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What will the Dow look like in 25 years?

The Dow Jones Industrial Average has always represented some of most highly capitalized and influential companies in the U.S. economy. While predicting which stocks will be in the index in 25 years is nearly impossible, history might give some clues.

Of the five biggest components in the Dow 25 years ago, only one remains in the index today: IBM. The information technology stock was trading at a price of $27.84 in 1989; over the next quarter-century it morphed from a $54 billion company into a $183 billion company.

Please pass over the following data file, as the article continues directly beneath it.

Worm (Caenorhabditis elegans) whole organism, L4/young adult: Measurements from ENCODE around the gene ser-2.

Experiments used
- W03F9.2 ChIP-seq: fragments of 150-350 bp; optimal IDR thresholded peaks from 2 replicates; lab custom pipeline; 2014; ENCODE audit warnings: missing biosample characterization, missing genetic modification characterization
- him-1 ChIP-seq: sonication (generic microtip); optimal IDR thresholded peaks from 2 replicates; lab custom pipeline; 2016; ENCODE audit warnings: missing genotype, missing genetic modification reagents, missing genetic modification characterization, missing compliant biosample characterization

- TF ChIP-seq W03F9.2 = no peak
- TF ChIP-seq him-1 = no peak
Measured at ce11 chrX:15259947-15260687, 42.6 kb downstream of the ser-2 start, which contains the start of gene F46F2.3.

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Meanwhile, the two biggest Dow components in 1989, Navistar and Eastman Kodak, were removed from the index in 1991 and 2004, respectively. Eastman Kodak traded at a price of $46.25 in 1989; now it trades at a mere $0.03.

Traders work the floor of the New York Stock Exchange.
Scott Eelis | Bloomberg | Getty Images
Traders work the floor of the New York Stock Exchange.

The Dow has also reflected the shift in technology over the past two decades with stocks like Goodyear, a Dow staple since 1930, replaced by newcomers like Intel in 1999.

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The question remains whether Dow staples like General Electric, 3M and Chevron will keep their place in the index in the future 25 years.

— By CNBC's Elizabeth Schulze and Dominic Chu. CNBC's Gina Francolla contributed to this report

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